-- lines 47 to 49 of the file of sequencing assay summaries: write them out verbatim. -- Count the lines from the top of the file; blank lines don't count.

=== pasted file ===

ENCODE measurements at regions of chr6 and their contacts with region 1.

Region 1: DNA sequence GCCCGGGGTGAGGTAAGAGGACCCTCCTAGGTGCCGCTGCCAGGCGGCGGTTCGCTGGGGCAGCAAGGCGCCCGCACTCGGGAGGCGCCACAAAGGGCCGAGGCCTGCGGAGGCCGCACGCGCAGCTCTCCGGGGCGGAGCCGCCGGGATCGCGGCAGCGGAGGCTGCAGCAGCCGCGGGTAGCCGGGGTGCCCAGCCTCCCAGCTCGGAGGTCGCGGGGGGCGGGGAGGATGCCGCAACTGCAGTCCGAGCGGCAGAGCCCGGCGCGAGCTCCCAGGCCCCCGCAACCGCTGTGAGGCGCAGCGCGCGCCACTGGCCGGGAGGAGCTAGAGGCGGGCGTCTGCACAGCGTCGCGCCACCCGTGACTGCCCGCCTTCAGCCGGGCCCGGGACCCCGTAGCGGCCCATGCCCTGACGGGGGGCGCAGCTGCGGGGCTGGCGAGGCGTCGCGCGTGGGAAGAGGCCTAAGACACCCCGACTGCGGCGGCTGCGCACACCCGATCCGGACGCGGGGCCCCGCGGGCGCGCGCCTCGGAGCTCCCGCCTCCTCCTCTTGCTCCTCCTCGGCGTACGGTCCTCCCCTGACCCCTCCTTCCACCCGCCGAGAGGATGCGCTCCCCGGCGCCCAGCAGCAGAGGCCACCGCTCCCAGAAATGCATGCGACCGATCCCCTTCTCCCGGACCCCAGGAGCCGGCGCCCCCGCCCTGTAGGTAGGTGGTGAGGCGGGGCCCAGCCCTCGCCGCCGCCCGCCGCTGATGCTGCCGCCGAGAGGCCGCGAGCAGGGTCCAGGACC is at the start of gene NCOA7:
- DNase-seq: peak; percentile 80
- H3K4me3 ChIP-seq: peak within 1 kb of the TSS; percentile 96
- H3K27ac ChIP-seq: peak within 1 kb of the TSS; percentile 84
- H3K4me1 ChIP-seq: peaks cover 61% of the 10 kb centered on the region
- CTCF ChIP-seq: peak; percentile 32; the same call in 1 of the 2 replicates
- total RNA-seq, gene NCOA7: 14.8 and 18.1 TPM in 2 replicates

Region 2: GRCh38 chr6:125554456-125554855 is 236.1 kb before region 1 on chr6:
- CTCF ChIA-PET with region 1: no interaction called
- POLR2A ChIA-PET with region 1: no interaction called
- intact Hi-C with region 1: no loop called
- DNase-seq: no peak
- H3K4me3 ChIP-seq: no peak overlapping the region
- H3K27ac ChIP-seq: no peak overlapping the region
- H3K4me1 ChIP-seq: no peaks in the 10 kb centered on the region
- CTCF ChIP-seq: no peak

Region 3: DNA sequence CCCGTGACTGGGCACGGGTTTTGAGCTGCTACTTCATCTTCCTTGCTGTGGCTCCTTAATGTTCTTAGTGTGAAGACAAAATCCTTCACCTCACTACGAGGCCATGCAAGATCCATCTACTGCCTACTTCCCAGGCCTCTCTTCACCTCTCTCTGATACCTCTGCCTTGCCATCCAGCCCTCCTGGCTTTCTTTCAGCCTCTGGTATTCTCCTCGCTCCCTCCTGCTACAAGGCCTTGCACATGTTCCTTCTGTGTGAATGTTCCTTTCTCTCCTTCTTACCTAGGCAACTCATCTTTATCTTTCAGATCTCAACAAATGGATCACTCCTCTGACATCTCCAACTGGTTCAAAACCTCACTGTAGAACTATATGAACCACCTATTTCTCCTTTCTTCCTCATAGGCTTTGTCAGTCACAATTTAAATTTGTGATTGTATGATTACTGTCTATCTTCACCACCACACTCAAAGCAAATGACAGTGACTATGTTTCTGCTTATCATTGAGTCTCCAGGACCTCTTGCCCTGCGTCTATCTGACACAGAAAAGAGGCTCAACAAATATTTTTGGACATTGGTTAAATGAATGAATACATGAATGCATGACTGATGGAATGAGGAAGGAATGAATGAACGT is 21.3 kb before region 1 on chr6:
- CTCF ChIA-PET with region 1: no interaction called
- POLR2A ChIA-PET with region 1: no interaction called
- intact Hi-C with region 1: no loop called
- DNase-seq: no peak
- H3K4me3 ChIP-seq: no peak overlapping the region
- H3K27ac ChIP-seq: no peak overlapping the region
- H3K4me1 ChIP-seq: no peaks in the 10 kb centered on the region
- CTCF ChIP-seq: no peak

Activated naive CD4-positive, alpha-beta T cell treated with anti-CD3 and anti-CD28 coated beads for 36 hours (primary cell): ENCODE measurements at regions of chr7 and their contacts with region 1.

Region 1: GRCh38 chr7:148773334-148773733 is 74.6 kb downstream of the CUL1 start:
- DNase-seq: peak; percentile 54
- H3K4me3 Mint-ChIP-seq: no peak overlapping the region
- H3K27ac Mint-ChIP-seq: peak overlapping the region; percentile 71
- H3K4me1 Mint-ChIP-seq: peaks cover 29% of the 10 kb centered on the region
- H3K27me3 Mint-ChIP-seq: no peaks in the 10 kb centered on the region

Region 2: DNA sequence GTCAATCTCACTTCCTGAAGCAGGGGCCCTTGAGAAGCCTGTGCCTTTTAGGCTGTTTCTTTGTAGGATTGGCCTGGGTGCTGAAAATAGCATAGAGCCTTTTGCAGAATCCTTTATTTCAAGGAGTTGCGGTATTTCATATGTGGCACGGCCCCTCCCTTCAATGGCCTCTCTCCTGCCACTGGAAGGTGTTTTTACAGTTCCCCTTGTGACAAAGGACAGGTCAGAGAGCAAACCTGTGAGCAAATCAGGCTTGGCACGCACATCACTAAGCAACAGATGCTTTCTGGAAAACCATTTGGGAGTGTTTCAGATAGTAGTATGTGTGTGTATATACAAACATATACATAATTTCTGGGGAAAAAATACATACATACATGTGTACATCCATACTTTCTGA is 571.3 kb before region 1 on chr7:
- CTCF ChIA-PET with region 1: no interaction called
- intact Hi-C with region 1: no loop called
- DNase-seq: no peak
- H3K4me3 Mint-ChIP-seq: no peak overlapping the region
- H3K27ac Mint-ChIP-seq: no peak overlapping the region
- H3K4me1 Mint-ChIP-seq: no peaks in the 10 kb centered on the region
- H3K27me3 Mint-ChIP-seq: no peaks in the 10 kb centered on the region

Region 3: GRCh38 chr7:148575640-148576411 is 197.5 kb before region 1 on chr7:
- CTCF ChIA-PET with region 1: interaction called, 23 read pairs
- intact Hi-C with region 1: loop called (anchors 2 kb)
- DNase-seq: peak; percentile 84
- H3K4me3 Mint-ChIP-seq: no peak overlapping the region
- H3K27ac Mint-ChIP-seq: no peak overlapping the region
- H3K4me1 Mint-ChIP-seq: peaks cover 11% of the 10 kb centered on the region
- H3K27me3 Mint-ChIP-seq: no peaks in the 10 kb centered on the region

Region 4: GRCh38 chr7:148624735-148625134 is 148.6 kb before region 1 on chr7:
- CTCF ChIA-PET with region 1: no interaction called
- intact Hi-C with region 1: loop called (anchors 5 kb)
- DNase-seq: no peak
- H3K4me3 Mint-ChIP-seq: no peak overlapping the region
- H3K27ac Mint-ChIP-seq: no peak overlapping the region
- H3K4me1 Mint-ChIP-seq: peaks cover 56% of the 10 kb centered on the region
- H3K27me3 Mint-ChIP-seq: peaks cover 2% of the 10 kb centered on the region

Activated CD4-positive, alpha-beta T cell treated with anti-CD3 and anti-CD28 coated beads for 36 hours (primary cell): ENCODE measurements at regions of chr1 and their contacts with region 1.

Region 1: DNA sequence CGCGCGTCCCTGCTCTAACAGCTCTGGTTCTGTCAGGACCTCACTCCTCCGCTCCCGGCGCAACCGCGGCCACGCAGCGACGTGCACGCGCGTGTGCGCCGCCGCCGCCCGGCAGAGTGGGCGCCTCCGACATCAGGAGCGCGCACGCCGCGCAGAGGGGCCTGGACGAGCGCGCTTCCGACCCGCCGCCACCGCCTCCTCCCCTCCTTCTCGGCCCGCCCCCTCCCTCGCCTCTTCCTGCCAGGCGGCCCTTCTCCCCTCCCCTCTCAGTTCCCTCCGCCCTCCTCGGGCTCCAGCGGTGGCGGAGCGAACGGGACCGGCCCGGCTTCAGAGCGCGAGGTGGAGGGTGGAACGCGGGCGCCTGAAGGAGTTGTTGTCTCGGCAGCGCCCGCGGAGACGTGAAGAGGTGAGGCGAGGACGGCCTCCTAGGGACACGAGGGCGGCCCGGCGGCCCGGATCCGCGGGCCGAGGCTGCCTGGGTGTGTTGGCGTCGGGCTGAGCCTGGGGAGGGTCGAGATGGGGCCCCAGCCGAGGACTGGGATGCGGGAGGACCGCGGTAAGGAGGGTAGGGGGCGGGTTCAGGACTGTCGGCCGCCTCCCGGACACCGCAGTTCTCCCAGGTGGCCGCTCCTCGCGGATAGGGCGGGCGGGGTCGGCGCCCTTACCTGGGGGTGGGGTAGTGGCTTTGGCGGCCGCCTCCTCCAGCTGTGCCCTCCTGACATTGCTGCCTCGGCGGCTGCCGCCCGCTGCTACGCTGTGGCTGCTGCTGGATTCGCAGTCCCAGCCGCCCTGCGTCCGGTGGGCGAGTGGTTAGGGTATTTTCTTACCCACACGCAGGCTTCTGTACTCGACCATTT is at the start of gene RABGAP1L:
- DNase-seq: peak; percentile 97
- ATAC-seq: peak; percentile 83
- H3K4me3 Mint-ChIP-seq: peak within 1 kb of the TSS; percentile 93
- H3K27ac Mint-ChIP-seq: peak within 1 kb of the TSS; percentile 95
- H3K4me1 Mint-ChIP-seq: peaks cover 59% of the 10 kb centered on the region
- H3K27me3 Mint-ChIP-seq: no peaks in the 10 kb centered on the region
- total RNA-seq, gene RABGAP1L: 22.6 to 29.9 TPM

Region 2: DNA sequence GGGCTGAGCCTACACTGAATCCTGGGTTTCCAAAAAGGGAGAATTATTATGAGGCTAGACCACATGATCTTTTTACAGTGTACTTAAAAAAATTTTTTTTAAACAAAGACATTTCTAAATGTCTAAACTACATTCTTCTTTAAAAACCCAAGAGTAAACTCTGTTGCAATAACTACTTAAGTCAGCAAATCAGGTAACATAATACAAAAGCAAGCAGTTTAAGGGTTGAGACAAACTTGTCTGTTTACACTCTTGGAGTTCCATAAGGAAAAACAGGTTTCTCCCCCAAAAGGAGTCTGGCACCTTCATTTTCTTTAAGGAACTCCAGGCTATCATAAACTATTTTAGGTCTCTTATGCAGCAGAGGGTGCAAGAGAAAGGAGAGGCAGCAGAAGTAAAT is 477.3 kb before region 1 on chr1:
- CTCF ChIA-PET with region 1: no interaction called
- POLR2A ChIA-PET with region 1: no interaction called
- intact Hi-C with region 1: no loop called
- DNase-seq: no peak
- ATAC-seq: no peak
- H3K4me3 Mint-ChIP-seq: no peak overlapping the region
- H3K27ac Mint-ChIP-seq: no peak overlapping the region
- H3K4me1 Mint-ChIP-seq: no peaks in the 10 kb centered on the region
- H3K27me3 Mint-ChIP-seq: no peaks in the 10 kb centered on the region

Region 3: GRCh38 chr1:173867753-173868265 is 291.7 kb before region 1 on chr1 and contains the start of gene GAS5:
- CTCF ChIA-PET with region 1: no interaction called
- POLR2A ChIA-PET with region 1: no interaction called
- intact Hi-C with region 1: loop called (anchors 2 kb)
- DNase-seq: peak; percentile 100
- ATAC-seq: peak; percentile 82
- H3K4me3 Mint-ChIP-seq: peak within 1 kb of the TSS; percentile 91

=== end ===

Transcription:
- H3K27ac Mint-ChIP-seq: no peak overlapping the region
- H3K4me1 Mint-ChIP-seq: peaks cover 11% of the 10 kb centered on the region
- H3K27me3 Mint-ChIP-seq: no peaks in the 10 kb centered on the region